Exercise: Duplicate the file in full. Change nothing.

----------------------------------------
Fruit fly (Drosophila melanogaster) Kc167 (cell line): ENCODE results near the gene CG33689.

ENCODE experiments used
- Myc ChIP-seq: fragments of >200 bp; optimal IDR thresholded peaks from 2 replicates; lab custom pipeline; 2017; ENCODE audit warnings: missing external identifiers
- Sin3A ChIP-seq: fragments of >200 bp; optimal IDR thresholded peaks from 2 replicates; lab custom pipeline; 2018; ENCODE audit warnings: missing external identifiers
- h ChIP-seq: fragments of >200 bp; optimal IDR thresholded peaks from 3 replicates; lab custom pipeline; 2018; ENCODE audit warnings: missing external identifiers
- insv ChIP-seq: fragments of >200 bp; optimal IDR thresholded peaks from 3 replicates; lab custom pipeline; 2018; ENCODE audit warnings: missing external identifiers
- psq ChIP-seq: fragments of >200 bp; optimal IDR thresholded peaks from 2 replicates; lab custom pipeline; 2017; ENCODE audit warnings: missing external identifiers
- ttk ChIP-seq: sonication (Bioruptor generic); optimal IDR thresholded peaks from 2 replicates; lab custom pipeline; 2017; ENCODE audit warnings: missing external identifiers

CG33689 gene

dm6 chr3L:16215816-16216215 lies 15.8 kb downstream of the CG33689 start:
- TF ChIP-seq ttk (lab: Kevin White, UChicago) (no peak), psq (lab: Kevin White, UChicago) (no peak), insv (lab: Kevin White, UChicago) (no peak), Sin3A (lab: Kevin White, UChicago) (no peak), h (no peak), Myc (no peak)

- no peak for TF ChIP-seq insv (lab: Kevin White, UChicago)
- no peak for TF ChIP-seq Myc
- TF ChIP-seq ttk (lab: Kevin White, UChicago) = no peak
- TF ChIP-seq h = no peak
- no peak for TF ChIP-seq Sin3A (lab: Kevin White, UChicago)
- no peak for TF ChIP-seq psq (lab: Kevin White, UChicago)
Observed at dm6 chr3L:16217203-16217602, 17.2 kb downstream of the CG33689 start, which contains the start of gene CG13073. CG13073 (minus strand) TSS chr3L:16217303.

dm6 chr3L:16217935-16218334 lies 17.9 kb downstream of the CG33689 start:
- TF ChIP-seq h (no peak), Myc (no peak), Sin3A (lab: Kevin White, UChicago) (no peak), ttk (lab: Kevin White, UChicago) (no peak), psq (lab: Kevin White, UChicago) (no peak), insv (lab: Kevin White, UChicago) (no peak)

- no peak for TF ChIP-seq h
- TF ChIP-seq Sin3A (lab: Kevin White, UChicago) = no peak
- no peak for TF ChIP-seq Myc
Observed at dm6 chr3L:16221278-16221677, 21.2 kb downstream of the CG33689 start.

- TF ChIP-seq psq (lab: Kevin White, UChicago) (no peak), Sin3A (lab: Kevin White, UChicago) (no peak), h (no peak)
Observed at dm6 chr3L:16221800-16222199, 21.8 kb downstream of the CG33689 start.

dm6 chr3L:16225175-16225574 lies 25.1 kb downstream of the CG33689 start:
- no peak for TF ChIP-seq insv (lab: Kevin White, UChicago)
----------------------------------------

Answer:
Fruit fly (Drosophila melanogaster) Kc167 (cell line): ENCODE results near the gene CG33689.

ENCODE experiments used
- Myc ChIP-seq: fragments of >200 bp; optimal IDR thresholded peaks from 2 replicates; lab custom pipeline; 2017; ENCODE audit warnings: missing external identifiers
- Sin3A ChIP-seq: fragments of >200 bp; optimal IDR thresholded peaks from 2 replicates; lab custom pipeline; 2018; ENCODE audit warnings: missing external identifiers
- h ChIP-seq: fragments of >200 bp; optimal IDR thresholded peaks from 3 replicates; lab custom pipeline; 2018; ENCODE audit warnings: missing external identifiers
- insv ChIP-seq: fragments of >200 bp; optimal IDR thresholded peaks from 3 replicates; lab custom pipeline; 2018; ENCODE audit warnings: missing external identifiers
- psq ChIP-seq: fragments of >200 bp; optimal IDR thresholded peaks from 2 replicates; lab custom pipeline; 2017; ENCODE audit warnings: missing external identifiers
- ttk ChIP-seq: sonication (Bioruptor generic); optimal IDR thresholded peaks from 2 replicates; lab custom pipeline; 2017; ENCODE audit warnings: missing external identifiers

CG33689 gene

dm6 chr3L:16215816-16216215 lies 15.8 kb downstream of the CG33689 start:
- TF ChIP-seq ttk (lab: Kevin White, UChicago) (no peak), psq (lab: Kevin White, UChicago) (no peak), insv (lab: Kevin White, UChicago) (no peak), Sin3A (lab: Kevin White, UChicago) (no peak), h (no peak), Myc (no peak)

- no peak for TF ChIP-seq insv (lab: Kevin White, UChicago)
- no peak for TF ChIP-seq Myc
- TF ChIP-seq ttk (lab: Kevin White, UChicago) = no peak
- TF ChIP-seq h = no peak
- no peak for TF ChIP-seq Sin3A (lab: Kevin White, UChicago)
- no peak for TF ChIP-seq psq (lab: Kevin White, UChicago)
Observed at dm6 chr3L:16217203-16217602, 17.2 kb downstream of the CG33689 start, which contains the start of gene CG13073. CG13073 (minus strand) TSS chr3L:16217303.

dm6 chr3L:16217935-16218334 lies 17.9 kb downstream of the CG33689 start:
- TF ChIP-seq h (no peak), Myc (no peak), Sin3A (lab: Kevin White, UChicago) (no peak), ttk (lab: Kevin White, UChicago) (no peak), psq (lab: Kevin White, UChicago) (no peak), insv (lab: Kevin White, UChicago) (no peak)

- no peak for TF ChIP-seq h
- TF ChIP-seq Sin3A (lab: Kevin White, UChicago) = no peak
- no peak for TF ChIP-seq Myc
Observed at dm6 chr3L:16221278-16221677, 21.2 kb downstream of the CG33689 start.

- TF ChIP-seq psq (lab: Kevin White, UChicago) (no peak), Sin3A (lab: Kevin White, UChicago) (no peak), h (no peak)
Observed at dm6 chr3L:16221800-16222199, 21.8 kb downstream of the CG33689 start.

dm6 chr3L:16225175-16225574 lies 25.1 kb downstream of the CG33689 start:
- no peak for TF ChIP-seq insv (lab: Kevin White, UChicago)